- Secondary lymphoid organs: These are the lymphoid organs where the interaction occurs between lymphocytes and antigen and proliferation occurs.
E.g. Spleen, tonsil.
(b) The cell types are
- Poly morpho nuclear leucocytes (PMNL)
- Natural killer cells
2nd PUC Biology Human Health and Disease Five Marks Questions
The science club in your school has decided to organise a street play aiming at giving public awareness against AIDS.
a. Mention the important characters performing in this play.
b. State the major ideas you are going to convey through the play.
a. HIV, T-cells of the immune system, patient, other pathogens like
bacteria, viruses, protozoan etc.
b. i. Only one life partner in your life ii. Practise safe sex
iii. Use condoms
iv. Don’t share needles and syringes for injection.
v. Don’t receive blood from unknown person.
vi. Treatment is available to cure AIDS.
(i) Draw a labelled schematic diagram of antibody molecules
(ii) Mention any 4 warning signals of drug abuse in adolescents.
(ii) Warning signals of drug abuse:
Aggressive and rebellious behaviour Loss of appetite
Lack of interest in personal hygiene Drop in academic performance Change in sleeping and eating habits .
(i) Define innate immunity Mention any 2 ways in which it is accomplished in our body.
(ii) How does spleen functions as an organ of our immune system.
(i) Innate immunity is defined as the non¬specific type of defense with which an individual is bom and in always available to protect the body. It is accomplished by providing different types of barriers to the entry of antigens/pathogens
(a) Physical barriers: Skin of the body is the greater barrier that prevents the entry of microbes. Mucus coating on the epithelium of major tracts help in trapping the microbes that have entered the body.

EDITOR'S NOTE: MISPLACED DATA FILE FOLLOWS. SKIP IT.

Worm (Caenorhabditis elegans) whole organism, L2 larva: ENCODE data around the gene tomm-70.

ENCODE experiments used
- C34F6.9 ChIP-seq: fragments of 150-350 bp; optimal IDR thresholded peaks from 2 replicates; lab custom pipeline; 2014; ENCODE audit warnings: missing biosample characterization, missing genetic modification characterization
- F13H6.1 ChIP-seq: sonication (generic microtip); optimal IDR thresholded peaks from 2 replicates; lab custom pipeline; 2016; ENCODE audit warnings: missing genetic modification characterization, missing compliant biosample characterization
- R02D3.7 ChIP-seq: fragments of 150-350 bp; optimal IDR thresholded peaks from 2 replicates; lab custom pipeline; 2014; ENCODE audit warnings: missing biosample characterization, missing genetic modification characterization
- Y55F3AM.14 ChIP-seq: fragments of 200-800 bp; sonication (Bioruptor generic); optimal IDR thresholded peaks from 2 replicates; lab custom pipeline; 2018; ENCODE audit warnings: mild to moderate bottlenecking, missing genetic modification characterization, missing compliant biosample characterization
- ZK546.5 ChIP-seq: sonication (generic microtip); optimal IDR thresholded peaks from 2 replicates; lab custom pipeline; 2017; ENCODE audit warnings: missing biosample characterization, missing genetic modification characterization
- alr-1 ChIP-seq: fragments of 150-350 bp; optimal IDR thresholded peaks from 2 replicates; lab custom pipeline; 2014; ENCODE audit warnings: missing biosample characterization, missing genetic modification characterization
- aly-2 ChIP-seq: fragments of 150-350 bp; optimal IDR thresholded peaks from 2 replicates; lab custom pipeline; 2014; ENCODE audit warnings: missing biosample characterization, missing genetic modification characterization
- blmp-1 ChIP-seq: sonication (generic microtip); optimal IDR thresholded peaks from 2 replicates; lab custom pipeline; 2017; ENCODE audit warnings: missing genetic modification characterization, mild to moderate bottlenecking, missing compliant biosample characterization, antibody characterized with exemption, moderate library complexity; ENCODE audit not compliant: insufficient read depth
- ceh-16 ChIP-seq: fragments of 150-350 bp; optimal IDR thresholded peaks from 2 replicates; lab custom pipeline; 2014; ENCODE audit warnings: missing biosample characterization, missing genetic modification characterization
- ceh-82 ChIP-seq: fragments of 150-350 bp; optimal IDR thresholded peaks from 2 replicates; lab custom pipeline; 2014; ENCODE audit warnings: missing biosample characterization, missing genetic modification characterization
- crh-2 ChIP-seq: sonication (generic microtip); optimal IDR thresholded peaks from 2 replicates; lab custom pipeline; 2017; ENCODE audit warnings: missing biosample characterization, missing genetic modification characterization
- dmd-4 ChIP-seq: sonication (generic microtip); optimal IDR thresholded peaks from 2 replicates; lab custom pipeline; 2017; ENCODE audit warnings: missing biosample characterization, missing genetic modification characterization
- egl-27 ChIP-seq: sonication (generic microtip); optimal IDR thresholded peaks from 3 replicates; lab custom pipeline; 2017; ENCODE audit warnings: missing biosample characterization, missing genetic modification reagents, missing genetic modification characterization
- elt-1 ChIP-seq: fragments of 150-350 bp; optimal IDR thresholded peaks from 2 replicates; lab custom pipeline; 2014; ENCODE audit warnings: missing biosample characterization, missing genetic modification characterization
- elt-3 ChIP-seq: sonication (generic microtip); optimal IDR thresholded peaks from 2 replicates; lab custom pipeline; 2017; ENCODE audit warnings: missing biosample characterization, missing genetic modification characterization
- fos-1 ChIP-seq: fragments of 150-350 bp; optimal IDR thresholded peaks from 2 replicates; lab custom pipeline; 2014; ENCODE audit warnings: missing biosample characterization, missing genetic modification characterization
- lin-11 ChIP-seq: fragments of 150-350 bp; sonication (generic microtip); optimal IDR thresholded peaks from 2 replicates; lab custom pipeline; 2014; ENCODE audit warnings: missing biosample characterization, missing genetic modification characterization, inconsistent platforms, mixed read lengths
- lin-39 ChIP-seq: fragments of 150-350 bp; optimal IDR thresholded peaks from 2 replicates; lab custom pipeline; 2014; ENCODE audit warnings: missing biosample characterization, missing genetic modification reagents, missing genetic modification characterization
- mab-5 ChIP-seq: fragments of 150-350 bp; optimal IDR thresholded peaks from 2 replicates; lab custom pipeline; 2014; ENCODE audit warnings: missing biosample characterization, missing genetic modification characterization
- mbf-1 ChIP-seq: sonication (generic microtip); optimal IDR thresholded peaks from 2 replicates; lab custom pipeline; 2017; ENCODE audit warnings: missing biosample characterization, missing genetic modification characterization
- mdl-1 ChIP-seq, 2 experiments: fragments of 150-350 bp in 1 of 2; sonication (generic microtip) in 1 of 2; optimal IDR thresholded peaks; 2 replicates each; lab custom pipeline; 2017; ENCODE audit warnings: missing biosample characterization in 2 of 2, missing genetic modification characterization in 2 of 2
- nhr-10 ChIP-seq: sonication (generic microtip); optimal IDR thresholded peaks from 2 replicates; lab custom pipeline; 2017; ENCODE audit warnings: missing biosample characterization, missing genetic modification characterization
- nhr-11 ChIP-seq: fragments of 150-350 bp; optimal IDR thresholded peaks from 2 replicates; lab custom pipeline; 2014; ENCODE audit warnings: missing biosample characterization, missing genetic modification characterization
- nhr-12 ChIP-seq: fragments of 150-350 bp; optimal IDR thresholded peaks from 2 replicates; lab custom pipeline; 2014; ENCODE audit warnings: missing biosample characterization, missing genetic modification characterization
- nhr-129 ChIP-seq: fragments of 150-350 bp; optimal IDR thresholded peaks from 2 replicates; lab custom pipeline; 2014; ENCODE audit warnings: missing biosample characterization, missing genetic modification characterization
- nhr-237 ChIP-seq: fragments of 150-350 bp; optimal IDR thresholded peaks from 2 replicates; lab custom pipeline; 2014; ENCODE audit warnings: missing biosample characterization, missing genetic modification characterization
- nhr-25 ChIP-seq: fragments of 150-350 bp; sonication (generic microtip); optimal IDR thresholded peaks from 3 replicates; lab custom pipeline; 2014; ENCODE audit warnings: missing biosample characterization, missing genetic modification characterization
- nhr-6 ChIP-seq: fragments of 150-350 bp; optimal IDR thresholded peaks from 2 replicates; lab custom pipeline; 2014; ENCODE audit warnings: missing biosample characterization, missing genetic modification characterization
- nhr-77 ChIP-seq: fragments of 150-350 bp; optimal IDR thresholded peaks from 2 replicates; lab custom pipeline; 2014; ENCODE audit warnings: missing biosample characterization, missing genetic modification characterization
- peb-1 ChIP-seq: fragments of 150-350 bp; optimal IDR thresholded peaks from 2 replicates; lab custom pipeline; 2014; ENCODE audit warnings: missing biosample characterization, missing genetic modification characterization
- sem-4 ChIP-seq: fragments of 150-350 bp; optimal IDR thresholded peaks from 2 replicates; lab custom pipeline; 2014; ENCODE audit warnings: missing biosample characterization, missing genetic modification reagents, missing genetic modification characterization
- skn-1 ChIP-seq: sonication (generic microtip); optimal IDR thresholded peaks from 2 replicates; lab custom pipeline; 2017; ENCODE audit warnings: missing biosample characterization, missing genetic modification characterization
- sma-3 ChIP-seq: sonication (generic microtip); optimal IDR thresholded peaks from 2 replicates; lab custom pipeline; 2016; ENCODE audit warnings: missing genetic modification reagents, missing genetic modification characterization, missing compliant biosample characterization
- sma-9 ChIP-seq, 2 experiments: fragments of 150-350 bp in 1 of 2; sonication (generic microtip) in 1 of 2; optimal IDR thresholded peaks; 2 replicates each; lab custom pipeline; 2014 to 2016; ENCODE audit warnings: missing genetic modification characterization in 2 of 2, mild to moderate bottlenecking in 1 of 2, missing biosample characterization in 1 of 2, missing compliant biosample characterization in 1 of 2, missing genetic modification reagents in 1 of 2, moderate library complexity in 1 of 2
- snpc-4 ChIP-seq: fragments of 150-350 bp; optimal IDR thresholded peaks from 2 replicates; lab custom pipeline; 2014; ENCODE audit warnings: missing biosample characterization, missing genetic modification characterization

(b) Physiological barrier:
- Saliva in the mouth and tear contain an anti-bacterial substance.
- HC1 scented by the stomach (C) Cytokine barriers:
Interferon are the proteins which are produced by the body cells in response to viral infection and they protect the non-infected cell from viral infection.
- Spleen acts as filter of blood by trapping the blood-borne microbes. It contains phagocytes which destroy the microbes through phagocytosis.
(a) Differentiate between active immunity and passive immunity.
(b) Describe the different methods of treatment of cancer.
|When antibodies are produced by our β lymphocytes in response to the antigen, it is called active immunity.
|When ready-made antibodies are injected into the body for defence, the immunity produced is called passive immunity.
|It lasts for longer periods
|It lasts for shorter period.
(b) Different methods for the treatment of cancer are
- Surgery: The tumour cells are surgically removed to reduce the growth of cancerous cells.
- Radiation therapy: The tumour cells are radiated lethally taking care of the surrounding normal cells.
- Chemotherapy: Certain drugs are specific for particular tumors, but have side effects like anaemia, hair loss etc.
(a) Represent schematically the life cycle of HIV or Replication of Retrovirus.
(b) What are the various routes by which transmission of the human immunodeficiency virus takes place?
(b) The various ways of the transmission of ratio virus includes
- Sexual contact with infected persons
- By the transfusion of blood
- By the use of infected needles and syringes
- From infected mother to child through the placenta.
Why is using tobacco in any form injurious to health? Explain.
The burning tobacco and the paper produce more than 1,000 chemicals in the form of gases, vapours and particulates. The substances include nicotine, carbon monoxide, hydrogen cyanide, benzopyrene etc. Many of these are irritants and have toxic effects on the body. Tobacco is used for smoking and chewing. Its main stimulating component is nicotine, which causes addiction. Harmful effects of tobacco include lung cancer, oral cancer, emphysema, blood pressure variation, heart diseases, peptic ulcer etc.